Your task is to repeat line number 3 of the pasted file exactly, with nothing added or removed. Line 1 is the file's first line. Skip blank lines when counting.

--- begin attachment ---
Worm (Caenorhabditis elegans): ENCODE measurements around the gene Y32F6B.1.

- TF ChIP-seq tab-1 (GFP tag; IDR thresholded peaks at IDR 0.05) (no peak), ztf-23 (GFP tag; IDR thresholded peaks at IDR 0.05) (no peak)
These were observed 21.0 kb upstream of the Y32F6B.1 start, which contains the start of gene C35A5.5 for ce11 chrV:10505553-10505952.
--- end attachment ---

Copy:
These were observed 21.0 kb upstream of the Y32F6B.1 start, which contains the start of gene C35A5.5 for ce11 chrV:10505553-10505952.